The Algona Upper Des Moines from Algona, Iowa on February 3, 1966 · Page 25
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The Algona Upper Des Moines from Algona, Iowa · Page 25

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Algona, Iowa
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Thursday, February 3, 1966
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Page 25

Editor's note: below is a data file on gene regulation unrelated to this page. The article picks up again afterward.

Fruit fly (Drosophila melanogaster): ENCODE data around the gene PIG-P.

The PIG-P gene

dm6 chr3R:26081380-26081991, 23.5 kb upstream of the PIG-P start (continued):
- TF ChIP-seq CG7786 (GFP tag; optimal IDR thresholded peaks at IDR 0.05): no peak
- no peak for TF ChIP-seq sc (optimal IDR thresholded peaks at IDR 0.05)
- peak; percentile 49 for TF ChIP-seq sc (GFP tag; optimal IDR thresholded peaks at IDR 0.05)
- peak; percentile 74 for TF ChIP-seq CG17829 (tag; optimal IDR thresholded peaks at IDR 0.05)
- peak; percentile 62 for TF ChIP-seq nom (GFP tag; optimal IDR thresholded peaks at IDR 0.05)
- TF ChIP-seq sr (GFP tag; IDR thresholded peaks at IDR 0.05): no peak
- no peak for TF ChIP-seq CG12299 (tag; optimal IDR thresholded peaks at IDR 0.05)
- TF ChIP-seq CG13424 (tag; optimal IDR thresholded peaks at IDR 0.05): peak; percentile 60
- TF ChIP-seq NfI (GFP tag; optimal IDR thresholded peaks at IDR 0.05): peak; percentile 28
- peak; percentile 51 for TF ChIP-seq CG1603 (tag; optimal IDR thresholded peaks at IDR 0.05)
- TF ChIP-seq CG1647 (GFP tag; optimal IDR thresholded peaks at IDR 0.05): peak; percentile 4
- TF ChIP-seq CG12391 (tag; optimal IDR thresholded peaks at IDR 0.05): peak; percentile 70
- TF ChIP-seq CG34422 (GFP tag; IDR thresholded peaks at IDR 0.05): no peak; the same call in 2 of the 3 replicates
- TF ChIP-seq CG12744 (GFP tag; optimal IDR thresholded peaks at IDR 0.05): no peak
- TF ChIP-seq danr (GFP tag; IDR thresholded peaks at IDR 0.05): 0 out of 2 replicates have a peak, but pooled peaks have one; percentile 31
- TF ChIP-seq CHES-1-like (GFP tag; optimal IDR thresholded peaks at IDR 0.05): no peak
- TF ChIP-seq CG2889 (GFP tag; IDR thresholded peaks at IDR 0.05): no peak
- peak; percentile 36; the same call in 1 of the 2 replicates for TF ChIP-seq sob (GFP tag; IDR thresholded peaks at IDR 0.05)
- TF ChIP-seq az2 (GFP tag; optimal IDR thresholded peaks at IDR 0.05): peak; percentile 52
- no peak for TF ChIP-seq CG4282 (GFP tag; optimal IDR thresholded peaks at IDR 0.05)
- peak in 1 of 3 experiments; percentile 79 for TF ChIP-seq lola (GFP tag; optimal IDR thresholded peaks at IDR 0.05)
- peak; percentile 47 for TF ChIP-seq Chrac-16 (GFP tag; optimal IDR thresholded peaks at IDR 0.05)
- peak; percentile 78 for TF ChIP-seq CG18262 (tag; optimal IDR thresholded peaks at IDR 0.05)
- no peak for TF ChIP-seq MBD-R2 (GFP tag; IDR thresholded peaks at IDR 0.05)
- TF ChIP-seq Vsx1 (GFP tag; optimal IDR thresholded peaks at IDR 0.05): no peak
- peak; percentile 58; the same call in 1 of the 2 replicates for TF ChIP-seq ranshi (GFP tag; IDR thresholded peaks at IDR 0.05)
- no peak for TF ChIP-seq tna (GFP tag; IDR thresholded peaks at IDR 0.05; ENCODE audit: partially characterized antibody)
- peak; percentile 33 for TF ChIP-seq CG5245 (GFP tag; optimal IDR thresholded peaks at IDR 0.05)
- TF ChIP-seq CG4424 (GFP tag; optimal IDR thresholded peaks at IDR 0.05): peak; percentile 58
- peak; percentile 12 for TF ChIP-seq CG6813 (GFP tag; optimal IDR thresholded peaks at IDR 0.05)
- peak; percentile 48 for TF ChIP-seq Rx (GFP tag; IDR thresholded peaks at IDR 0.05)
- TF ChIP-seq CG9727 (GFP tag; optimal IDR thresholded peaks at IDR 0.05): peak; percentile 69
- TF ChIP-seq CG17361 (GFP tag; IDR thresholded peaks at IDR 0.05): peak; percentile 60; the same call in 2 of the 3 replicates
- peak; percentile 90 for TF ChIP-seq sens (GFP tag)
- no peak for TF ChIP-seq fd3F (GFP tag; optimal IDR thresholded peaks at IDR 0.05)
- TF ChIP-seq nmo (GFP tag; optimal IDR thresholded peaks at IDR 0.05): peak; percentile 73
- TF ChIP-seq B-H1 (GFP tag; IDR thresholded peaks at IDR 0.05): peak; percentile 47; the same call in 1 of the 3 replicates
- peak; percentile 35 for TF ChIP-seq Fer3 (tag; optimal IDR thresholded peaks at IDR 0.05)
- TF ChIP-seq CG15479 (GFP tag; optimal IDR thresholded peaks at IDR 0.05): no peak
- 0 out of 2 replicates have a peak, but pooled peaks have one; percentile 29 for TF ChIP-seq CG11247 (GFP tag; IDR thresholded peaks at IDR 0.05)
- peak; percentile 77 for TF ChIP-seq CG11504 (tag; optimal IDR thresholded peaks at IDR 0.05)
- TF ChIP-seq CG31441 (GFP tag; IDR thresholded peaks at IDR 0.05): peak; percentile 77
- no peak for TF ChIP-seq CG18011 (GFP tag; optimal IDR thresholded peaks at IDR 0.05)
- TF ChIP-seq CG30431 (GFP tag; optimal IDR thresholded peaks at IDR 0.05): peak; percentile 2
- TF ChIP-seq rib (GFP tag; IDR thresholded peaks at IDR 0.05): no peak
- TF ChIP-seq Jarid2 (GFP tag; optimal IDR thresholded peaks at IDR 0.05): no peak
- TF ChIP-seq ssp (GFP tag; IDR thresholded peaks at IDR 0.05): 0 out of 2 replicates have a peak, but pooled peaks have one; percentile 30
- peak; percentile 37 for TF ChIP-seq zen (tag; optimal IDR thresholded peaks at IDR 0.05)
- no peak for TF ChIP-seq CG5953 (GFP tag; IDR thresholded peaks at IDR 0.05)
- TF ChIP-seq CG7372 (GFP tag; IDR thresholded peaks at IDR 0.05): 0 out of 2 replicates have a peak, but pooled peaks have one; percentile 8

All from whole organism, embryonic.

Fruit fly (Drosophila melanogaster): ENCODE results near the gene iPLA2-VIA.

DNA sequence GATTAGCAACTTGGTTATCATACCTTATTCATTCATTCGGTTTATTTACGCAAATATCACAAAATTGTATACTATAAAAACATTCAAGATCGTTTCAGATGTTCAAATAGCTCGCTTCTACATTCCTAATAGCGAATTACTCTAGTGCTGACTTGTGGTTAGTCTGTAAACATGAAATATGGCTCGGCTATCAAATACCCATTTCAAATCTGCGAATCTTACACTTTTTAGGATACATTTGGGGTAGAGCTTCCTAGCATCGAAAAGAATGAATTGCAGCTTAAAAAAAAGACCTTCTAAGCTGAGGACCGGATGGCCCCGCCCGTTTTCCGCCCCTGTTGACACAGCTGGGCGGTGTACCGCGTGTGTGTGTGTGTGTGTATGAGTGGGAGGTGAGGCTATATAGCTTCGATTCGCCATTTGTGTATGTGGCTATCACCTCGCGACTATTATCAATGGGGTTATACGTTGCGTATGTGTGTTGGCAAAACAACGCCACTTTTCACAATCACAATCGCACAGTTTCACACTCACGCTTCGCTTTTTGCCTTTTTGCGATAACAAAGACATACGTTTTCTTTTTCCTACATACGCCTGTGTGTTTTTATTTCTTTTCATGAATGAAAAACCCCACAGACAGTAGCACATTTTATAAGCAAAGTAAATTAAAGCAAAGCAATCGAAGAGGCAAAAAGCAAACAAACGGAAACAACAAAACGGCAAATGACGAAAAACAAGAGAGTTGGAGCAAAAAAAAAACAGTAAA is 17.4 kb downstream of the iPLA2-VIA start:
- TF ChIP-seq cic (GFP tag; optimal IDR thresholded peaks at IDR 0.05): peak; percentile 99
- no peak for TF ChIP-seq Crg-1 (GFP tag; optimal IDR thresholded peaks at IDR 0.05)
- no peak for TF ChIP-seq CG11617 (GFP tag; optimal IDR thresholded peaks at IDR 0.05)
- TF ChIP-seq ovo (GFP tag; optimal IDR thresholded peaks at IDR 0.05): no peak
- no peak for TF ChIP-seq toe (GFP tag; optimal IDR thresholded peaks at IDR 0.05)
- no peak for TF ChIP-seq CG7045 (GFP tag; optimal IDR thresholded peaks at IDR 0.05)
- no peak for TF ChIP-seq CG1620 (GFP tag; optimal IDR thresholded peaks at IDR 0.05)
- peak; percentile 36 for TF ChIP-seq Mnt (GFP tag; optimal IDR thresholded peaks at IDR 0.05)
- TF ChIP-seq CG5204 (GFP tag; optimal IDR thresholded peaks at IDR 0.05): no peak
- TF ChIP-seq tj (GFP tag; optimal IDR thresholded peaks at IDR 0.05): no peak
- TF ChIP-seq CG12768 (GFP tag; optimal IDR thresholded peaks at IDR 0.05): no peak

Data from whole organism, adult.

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Clinic experts unlock secrets to those... BOOMING BEAN YIELDS are to fix a maximum amount of nitrogen. If the seed you buy has not been inoculated, you can have it custom-treated or if you wish, treat the seed yourself using either a slurry or dry treatment. Plant at the best time. Early planting pays off with beans. Each three days' delay in planting can set maturity back one day. In the midwest, a two week delay may cut yields 9%. Use narrow rows. Growing soybeans in narrow rows has as much positive effect on boosting yields as growing corn in narrow rows, and perhaps more. Narrow rows cover the ground sooner and more thoroughly, reducing soil losses from rain and wind. Yield average of studies made in five midwestern states shows that medium- width rows of 21 to 28 inches outyielded wide rows by 15%. Provide adequate fertility. Though soybeans often don't respond to direct applications of fertilizer, top yields generally go with soils high in organic matter and of medium to high fertility. Because soybeans can get most of their nitrogen from the air, very little is needed from fertilizer. However, applying some nitrogen at planting time speeds the uptake of phosphorous. Supplemental nitrogen can be used, and a side-dressing of up to 30 Ibs. per acre has proved effective. Liming is likely to be profitable, too, if soil pH is not above 6.0. Or if your soil is very alkaline, you may need to add manganese. If your soil has a pH above 6.5, it is unlikely that you can produce 40 bushels of beans per acre without adding some manganese. Keep fields clean. You can do this either with chemical weed killers or intensive cultivation. A good selection of herbicides is now available. Broadcasting 3 Ibs. of Amiben per acre controls both annual grasses and broad-leaved weeds. If you have specific insect problems, the soil should be treated with insecticides. But, as representatives of Shell Chemical Company will point out at the Clinic, it is not necessary to treat soybeans for insects unless the bug problem is great and you know exactly what your problem is — otherwise insect treatment is not economical on soybeans. That's pretty honest, frank advice from a company which sells insecticides, but is the kind of straight-from-the-shoulder information you can expect to hear from Shell and other Clinic sponsors. YOU CAN WIN THE BUG BATTLE Insects have bugged crop growers for years, but modern insecticides are swatting out the problem. EACH YEAR, corn growers search for new ways to boost yields and cut production costs. How successful they've been at finding new corn growing tools is shown by progress made in the past ten years. During this time, average corn yields zoomed 57% and labor requirements plunged 47% — a 200% gain in bushels per man-hours per acre. This kind of progress wouldn't have been possible without modern soil insecticides. In short, they've wiped out the waste that early corn growers just accepted from insect-damaged plants. Even .the American Indians had a saying when they grew corn: "One for the bug, one for the crow, one to rot, and two to grow." Today's crop growers don't have to stand back and accept insect losses. They can make a blanket application .with a modern insecticide, and be fully assured that they'll get all the yield they have coming to them, no matter what kind of insects try to make pests of themselves. It doesn't pay to try to guess which soil insect might invade your corn. The odds are up to 20 bushels to 1 that you can't. Soil insects — more than 20 different kinds — work under ground where they can't be seen. And with all the different kinds threatening, some will be working no matter what the conditions. That's why today's top profit farmers apply a soil insect "insurance plan." The cost? Less than $3.00 per acre. The return? An average of an extra 10 bushels per acre. And, when soil insect damage is severe, it can mean a difference of 30 to 40 bushels an acre, or saving an entire crop which would otherwise be lost. Here's how per-acre cost of insecticide protection figures out: General soil insecticide recommendations call for 1 to 2 Ibs. of Aldrin per acre. That's $1.40 to $2.80 per acre for insecticide to protect a $60 to $70 per acre investment. If corn yields 100 bushels per acre without insecticide, and 110 bushels with insecticide, that's a 10% yield increase and a return of $10 per acre for each $1.40 to $2.80 invested in Aldrin. That's a healthy return on investment — and considering the many kinds of insects that can wipe out an entire crop — mighty cheap corn insect insurance. Assuming a 10 bushel increase in yield by using Aldrin, or ALDREX (a new combination granule of Aldrin and an organic phosphate which effectively controls all soil insects, including resistant rootworms), the chart below shows you can pay off equipment cost — plus insecticide cost — in one year and still have a profit left over. That's the reason profit-minded farmers don't gamble. Some corn growers just don't realize how much insect control can do for yields. Take, for example, the experiences of Harold Gardner, Cameron, Illinois: "I was doing everything else I knew how to boost yields, but I never really broke loose until I used an insecticide last year." Gardner used Aldrin to control cutworms and rootworms, and averaged a record-breaking 170 bushels of No. 2 corn on 870 acres, all of which was in narrow rows. This is the difference in stand on Dale Hood's Creston, la. farm in ALDREX treated rows as opposed to untreated rows. Insecticide makes as much or more sense than hail insurance to many farmers. Harry Broermann shows the difference in height of ALDREX treated corn as opposed to untreated corn on his Tarkio, Mo. farm. "I'd estimate that the Aldrin alone boosted my yields 30 bushels an acre. Given a choice between Aldrin and fertilizer on some of my land, I think I'd have to pick Aldrin." Gardner's experience confirms some of the data compiled by Shell Chemical Company, which shows that soil insecticides like Aldrin return 2 to 4 times their cost in extra income from higher yields on 9 out of 10 farms. Harry Broermann, Tarkio, Missouri, had a similar experience last year. The photo above shows the difference in height of his ALDREX treated corn as opposed to his untreated corn. It's interesting to note the weed growth in the untreated area of Broermann's corn, as compared to the treated area. Of course, ALDREX is not used for weed control, but the corn grew so vigorously in the ALDREX treated area, that the shade prevented weed seeds from germinating. Dale Hood, Creston, Iowa, found what was hurting his stands in the past when he applied ALDREX to his corn this year. In a strip he left for comparison, the stand was very spotty. But in his ALDREX treated rows, not a stalk was missing. When you think of the high investment of planting an acre of com, isn't it worth the low cost protection of Aldrin or ALDREX? Clinic speakers will spell out the obvious dollar and cents answer to that question. Equipment Investment P«r Acre Planter-mounted applicator with 7-inch row bander Number of rows Retail prict Equipment investment per •ere (assuming 100 acres) Equipment investment per acre per year spread over 10 yean (!00-*cre bail*} Two rows $84.00 .84 .08 Four rows $174.00 1.74 .17 13